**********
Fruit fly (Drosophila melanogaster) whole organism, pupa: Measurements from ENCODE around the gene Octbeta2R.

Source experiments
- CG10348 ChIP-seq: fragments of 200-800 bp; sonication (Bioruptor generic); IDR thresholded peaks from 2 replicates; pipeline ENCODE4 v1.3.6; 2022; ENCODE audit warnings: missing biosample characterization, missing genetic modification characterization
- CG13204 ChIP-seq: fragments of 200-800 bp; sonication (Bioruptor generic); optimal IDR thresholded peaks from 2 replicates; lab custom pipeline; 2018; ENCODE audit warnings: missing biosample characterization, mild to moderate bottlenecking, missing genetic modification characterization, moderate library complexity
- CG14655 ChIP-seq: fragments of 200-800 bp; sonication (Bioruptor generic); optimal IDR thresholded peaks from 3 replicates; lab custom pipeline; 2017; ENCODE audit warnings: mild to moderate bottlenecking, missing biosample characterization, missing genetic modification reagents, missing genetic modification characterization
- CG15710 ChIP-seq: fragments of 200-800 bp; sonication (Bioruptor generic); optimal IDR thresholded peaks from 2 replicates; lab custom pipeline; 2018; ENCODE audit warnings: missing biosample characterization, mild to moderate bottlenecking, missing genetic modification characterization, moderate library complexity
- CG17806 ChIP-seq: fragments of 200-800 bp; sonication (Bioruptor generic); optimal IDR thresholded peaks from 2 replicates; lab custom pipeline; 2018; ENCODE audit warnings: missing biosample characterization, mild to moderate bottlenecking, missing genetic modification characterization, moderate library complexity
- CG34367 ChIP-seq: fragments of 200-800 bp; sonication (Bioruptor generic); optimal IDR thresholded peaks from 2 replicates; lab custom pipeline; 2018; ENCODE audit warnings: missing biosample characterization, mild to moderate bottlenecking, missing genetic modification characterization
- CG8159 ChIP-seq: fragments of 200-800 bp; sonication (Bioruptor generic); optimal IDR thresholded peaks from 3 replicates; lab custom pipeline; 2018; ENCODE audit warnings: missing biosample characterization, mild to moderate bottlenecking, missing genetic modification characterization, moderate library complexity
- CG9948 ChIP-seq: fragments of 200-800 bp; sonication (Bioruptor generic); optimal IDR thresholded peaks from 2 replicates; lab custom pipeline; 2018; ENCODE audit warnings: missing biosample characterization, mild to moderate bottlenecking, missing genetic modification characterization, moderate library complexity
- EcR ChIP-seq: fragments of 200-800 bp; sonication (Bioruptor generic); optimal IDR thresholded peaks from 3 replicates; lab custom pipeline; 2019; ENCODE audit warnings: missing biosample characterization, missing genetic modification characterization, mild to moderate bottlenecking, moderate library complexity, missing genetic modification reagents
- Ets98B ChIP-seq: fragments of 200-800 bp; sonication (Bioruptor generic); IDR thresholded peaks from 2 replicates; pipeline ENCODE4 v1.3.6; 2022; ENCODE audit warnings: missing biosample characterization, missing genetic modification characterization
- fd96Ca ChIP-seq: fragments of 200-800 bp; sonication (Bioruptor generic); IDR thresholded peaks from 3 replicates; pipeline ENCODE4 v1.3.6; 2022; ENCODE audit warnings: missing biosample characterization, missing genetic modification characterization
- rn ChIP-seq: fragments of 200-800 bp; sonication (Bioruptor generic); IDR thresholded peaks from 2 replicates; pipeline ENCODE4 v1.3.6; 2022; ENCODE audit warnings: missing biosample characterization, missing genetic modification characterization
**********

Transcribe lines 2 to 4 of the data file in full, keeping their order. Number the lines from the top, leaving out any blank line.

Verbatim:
Source experiments
- CG10348 ChIP-seq: fragments of 200-800 bp; sonication (Bioruptor generic); IDR thresholded peaks from 2 replicates; pipeline ENCODE4 v1.3.6; 2022; ENCODE audit warnings: missing biosample characterization, missing genetic modification characterization
- CG13204 ChIP-seq: fragments of 200-800 bp; sonication (Bioruptor generic); optimal IDR thresholded peaks from 2 replicates; lab custom pipeline; 2018; ENCODE audit warnings: missing biosample characterization, mild to moderate bottlenecking, missing genetic modification characterization, moderate library complexity